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- Shoes: Shoes are your best protection against just about every possible runner’s injury. (Please note they do not protect against pregnancy or STDs.) After you have had a gait analysis and are properly fitted for running shoes at a running store, then you can start running. A gait analysis will help you determine your running mechanics and find shoes with the proper combination of arch support, control, and cushion. Your shoe size/width, weight, whether you intend to run trails or on the street, your running experience, arch height, foot strike and pavement contact are part of the analysis - oh, and your favorite color. I am going to name some of the more popular brands simply to help you do some research. Adidas, Altra, Asics, Brooks, Hoka, Karhu, Merrell, Mizuno, New Balance, Newton, Nike, Reebok, Saucony, Skechers, Under Armour and Vibram. Please be aware that some running shoes are not avaiable at all specialty stores. Others are available at outlets. One more thing; running shoes are not for walking and walking shoes are not for running.

You need to know all this so that you can select the right brand/model for you.

I like this shoe site. It will help you begin to understand to complexity of picking the correct running shoe. http://www.runnersworld.com/shoeadvisor  (Did I say people who recommend brands and models make me mad?) I also went to a podiatrist because I got plantar fasciitis from steep inclines on the treadmill. Then there was the chiropractor who is a runner. Both were very helpful in shoe selections. One of the docs said wine and a hot tub would help. How can you go wrong with that sort of medical advice?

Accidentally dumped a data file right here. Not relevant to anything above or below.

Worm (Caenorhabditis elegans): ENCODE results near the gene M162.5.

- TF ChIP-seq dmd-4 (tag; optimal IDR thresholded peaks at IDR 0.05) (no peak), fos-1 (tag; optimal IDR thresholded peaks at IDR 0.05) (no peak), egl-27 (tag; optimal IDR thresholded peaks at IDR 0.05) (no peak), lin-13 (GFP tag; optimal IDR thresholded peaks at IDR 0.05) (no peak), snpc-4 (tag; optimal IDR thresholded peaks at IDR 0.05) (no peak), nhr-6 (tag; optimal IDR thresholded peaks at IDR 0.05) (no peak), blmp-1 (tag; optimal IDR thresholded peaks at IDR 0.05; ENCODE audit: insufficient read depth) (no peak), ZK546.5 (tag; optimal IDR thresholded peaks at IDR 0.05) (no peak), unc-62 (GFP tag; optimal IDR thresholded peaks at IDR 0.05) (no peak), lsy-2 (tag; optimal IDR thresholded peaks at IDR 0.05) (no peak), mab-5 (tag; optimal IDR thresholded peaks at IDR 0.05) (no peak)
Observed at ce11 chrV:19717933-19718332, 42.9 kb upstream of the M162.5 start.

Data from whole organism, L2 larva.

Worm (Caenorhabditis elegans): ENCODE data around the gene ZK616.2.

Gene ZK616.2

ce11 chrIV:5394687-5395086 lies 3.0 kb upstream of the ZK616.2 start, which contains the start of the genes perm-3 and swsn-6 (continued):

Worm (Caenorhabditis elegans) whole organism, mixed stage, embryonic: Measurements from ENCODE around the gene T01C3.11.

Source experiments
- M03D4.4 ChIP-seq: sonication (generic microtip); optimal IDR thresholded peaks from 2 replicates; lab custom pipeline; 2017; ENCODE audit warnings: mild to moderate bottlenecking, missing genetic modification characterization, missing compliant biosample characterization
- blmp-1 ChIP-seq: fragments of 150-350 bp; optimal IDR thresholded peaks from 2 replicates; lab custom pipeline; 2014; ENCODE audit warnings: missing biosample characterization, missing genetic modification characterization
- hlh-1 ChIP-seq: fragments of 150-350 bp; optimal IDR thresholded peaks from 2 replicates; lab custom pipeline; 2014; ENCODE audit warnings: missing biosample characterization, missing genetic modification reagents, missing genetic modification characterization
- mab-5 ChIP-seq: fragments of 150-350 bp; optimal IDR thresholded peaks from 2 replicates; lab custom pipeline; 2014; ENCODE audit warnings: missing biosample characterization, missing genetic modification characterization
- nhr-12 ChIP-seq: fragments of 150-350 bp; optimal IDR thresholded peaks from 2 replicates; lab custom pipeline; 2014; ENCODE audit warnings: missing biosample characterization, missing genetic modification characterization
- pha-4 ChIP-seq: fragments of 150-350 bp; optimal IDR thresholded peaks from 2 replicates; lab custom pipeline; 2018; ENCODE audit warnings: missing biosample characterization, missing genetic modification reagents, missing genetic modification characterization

- Training Plan: Couch to 5K (C25K) is very popular. There are others, but for most of the newbies, you probably can't run to the mailbox. Intervals will help you begin the aerobic capacity training and begin to build the confidence you need to achieve your goal.

I believe the basics of a good run are posture, running form, pace, and breathing.

- Posture: This is the skeleton of good form. It should remain unchanged in your run, so taking some time to learn it is essential. Strength training is very helpful for maintaining good posture and form throughout an entire run. I recommend 20 pushups a day (nothing touching the floor but hands and feet!), 20 lunges, 20 squats, 50 jumping jacks and few 1-minute planks. (Google them if you need to. All are easy, at home sort of stuff.) It takes about 10 minutes with some light pre-run stretching.

- Warm-Up & Stretch: I do a 5-minute warm-up where I walk, walk faster, do a loosening up bounce with exaggerated knees up and kick backs - on my toes. I rotate my torso and let my arms flop around. LOOSE is what you need to do. It looks like you are the happiest running drunk on the planet but my neighbors already know I am an aberration. I follow up with some easy stretching of the leg muscles. Side-to-sides to A-frames, lunges, calf leans, and back leg lifts. I hold each one for 10 seconds - just an easy stretch with no pain. I just stop along the roadside by the pond and enjoy the view for a minute. You need to warm up first!

- Form: It's simple, but it makes a difference. Posture is constant during your run. Form is controlling the variables such as arm swing, forward lean, foot-strike and stride.

Good posture starts with standing tall (loose) extending your spine up, and making room so that you can breathe from your diaphragm (why planks are important!).

Lean forward at your ankles, not your waist, until you need to take a step to keep from falling. That is the proper position. You'll be looking ahead about 30 feet, have your chin up and your neck in line with your spine. If you are looking down in front of you (bending at the neck), you'll probably be in poor posture.  (Try a school track for practice - looking well ahead and running the street can cause you to trip at curb cuts and the like.) Imagine a straight line from your ankle to the top of your head. Do not bend at the waist! Many runners need to concentrate on pushing the hips forward a little.